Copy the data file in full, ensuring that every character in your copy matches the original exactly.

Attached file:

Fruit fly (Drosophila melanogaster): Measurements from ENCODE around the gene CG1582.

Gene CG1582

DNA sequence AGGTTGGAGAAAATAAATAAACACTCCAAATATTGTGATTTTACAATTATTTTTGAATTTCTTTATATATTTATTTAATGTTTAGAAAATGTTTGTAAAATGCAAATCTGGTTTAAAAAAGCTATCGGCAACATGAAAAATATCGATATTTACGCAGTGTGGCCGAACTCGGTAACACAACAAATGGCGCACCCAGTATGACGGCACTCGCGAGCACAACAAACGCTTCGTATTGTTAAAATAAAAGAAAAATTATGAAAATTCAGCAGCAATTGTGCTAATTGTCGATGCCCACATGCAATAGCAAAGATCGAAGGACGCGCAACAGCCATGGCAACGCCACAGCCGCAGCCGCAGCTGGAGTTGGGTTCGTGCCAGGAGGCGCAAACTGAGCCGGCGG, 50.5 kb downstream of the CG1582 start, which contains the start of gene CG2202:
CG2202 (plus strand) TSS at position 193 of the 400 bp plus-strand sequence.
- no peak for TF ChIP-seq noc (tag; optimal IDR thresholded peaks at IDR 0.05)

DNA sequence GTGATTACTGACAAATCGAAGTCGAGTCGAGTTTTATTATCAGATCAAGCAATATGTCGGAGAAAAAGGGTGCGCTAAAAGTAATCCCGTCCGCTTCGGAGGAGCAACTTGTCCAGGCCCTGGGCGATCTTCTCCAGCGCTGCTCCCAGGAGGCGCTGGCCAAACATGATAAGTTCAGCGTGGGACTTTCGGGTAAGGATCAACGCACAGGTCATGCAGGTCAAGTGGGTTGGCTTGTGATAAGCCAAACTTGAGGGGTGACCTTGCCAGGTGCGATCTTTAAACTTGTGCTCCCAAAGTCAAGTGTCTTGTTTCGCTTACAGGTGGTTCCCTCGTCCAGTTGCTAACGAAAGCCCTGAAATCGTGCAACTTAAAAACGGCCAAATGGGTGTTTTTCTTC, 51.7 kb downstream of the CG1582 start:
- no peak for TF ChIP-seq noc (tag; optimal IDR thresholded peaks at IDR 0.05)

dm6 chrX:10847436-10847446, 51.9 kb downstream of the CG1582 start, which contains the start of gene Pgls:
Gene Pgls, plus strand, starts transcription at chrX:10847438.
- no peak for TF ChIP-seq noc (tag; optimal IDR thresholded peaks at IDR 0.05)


Fruit fly (Drosophila melanogaster): Measurements from ENCODE around the gene CG1582.

Gene CG1582

DNA sequence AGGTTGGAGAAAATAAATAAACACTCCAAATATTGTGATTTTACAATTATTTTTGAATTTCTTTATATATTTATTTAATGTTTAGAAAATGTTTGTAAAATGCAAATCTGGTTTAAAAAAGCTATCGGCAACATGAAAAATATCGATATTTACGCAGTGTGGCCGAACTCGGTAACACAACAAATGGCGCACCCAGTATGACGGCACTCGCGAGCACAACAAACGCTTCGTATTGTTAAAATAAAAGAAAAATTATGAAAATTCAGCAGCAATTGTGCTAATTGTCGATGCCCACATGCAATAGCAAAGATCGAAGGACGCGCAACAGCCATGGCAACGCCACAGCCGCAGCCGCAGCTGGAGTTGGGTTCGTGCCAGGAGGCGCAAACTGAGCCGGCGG, 50.5 kb downstream of the CG1582 start, which contains the start of gene CG2202:
CG2202 (plus strand) TSS at position 193 of the 400 bp plus-strand sequence.
- no peak for TF ChIP-seq noc (tag; optimal IDR thresholded peaks at IDR 0.05)

DNA sequence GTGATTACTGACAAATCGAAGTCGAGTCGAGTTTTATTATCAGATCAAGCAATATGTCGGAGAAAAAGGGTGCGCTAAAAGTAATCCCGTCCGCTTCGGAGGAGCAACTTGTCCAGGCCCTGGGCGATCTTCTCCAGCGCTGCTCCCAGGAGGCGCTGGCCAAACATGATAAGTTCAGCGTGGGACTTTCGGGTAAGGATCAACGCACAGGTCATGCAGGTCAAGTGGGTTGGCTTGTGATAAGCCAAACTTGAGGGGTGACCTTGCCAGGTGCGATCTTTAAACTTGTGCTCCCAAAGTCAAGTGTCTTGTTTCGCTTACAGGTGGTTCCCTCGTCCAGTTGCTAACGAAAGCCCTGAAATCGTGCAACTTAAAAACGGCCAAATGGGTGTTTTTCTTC, 51.7 kb downstream of the CG1582 start:
- no peak for TF ChIP-seq noc (tag; optimal IDR thresholded peaks at IDR 0.05)

dm6 chrX:10847436-10847446, 51.9 kb downstream of the CG1582 start, which contains the start of gene Pgls:
Gene Pgls, plus strand, starts transcription at chrX:10847438.
- no peak for TF ChIP-seq noc (tag; optimal IDR thresholded peaks at IDR 0.05)